I don’t mean to sound so dismissive.  Let me talk about the things the film did well.  Emmanuel Lubezki, Alejandro G. Iñárritu’s frequent collaborator, is one of the best cinematographers working today, and he doesn’t hold anything back in The Revenant.  He used only natural light to shoot Glass’s starkly beautiful journey through Hell, and the result is a film that looks far more art-house than its Hollywood credentials would suggest.  Hardy is absolutely terrific as Fitzgerald, showing us a direct through-line from his pioneer bullshit artist to the Texan snake oil peddlers we currently have ruining our political system: he never stops trying to out-slime his opponent, playing every dirty mindgame in the book in order to get what he wants.  Indeed, I think it would be not only just, but also incredibly funny, if Hardy won an Oscar while DiCaprio came up empty-handed yet again.  Now, now, don’t worry.  DiCaprio was good.  He obviously put himself through considerable physical effort to turn in this performance; if that’s enough for us to revere the likes of Buster Keaton and Harold Lloyd, maybe it’s enough to get Leo his Oscar at long last.  I think he’s all but a shoo-in this year, so – for the good of his health – let’s hope he finally wins.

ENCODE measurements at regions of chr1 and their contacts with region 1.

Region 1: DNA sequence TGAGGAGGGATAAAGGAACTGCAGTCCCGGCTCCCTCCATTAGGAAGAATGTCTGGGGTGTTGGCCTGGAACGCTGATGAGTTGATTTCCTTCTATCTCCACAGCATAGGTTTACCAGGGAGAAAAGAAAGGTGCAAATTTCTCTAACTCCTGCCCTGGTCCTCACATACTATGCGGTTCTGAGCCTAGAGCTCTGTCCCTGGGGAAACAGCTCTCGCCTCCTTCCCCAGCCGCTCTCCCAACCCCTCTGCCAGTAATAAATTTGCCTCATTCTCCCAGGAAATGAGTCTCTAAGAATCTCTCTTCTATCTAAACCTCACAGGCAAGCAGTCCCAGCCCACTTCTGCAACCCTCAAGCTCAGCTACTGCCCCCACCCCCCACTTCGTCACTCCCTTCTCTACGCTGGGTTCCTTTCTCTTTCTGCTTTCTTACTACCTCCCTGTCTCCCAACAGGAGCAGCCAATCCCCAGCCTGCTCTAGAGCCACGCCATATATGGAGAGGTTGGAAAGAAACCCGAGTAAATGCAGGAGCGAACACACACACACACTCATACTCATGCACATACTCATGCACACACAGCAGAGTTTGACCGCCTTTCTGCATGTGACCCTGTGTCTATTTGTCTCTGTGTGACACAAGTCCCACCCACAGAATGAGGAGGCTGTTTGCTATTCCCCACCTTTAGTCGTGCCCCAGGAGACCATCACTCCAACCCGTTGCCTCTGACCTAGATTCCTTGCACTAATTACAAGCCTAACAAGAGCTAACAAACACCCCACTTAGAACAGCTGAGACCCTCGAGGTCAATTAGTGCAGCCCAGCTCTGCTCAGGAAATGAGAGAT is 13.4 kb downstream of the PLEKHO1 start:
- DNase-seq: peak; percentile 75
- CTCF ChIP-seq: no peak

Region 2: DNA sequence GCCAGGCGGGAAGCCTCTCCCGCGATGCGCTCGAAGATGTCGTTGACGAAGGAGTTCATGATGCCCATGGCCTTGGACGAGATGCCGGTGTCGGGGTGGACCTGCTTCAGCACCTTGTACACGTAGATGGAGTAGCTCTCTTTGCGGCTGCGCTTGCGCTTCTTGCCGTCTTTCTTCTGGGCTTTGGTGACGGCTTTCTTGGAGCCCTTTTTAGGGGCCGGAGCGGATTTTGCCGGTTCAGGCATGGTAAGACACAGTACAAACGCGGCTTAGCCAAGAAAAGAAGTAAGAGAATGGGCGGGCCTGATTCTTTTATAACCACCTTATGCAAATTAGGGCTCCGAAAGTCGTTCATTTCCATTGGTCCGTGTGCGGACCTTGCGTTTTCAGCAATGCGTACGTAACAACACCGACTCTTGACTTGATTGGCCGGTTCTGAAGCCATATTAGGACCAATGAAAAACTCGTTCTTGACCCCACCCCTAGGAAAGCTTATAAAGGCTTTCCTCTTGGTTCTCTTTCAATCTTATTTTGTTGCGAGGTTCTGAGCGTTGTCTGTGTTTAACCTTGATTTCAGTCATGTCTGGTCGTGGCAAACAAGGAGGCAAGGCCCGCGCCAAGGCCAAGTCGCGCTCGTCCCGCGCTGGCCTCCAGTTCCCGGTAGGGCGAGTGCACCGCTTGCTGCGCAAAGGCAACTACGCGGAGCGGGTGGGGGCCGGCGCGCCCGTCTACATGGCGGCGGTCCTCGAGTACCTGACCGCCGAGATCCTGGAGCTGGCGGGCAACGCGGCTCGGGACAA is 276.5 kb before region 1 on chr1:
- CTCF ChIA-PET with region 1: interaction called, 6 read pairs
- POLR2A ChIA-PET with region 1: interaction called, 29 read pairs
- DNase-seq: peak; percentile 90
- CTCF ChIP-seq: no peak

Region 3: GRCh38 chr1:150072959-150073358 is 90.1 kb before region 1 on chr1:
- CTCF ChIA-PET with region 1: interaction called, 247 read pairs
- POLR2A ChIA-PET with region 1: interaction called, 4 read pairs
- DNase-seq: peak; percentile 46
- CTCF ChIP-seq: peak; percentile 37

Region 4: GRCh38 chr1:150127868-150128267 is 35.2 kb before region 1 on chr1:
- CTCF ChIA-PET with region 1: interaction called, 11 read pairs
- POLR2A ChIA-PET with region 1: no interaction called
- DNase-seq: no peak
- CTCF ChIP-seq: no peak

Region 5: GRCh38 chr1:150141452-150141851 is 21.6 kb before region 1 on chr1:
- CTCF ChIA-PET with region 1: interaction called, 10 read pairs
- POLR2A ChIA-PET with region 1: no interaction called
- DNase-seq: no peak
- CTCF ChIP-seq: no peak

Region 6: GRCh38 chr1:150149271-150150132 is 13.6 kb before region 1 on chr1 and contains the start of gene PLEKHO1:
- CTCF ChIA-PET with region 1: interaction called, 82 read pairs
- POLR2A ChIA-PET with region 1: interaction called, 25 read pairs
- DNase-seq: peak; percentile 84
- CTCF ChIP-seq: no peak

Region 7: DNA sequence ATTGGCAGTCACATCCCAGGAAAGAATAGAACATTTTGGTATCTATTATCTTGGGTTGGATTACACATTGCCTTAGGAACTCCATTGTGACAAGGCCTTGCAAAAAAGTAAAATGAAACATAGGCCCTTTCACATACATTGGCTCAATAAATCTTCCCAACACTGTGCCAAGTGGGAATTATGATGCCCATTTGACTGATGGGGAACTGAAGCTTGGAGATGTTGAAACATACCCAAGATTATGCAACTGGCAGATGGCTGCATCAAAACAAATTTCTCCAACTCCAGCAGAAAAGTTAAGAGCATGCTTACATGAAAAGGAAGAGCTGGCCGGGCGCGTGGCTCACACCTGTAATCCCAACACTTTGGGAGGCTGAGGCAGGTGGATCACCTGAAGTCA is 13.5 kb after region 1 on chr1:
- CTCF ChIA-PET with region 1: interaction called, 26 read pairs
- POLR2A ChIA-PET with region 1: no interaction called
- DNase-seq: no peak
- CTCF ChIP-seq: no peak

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At the start of this post, I said that I’d hardly given a moment’s thought to The Revenant after I’d finished watching it.  However, when I forced myself to think about it – in order to try to cobble together some coherent thoughts for this silly review – I was struck again and again by the bad taste left in my mouth.  Not because of all the White Male Misery Porn; not because of all the violence; not because of the eye-rolling dialogue; no, I have a terrible taste in my mouth because of the way Iñárritu et al. have elected to use Native Americans in this film.  Consider the opening ambush: even though we’re permitted to see that these fur trappers are, frankly, a bunch of pricks, we’re still led to identify with them.  Some of them aren’t so bad.  Some of them – like Glass and his half-Pawnee son, Hawk (Forrest Goodluck) – are quite noble.  And then, in come the Arikara, whooping and hollering and shooting arrows and throwing axes and laying waste to the company.  They are presented as almost superhuman antagonists.  Had the film rested there, maybe it would have been easier to bear: among the many difficulties faced by early pioneers were, I assume, Native Americans who were fighting to defend their own home. (Serves them right for trying to take what wasn’t theirs in the first place, but I digress.) Leave it there, and you’ve still got a bit of a mess, but nothing like the mess the film goes on to create.  Glass happens upon a friendly Pawnee, Hikuc (Arthur RedCloud), who nobly assists the grievously injured Glass – for about five minutes, at which point he’s hanged by the French.  But wait!  There’s more!  In an effort to humanize the avenging Arikara (I guess? I think that’s the point?), we learn that Elk Dog (Duane Howard), the chief, is trying to find his daughter, Powaqa.  She was abducted by white men, and Elk Dog leads his warriors along any trail he can find, hoping to find her.  As it turns out, however, Powaqa (Melaw Nakehk’o) has been imprisoned by the French trappers all along.  She is periodically raped by at least one of the Frenchmen.  We see one of the rapes.  It’s entirely unnecessary.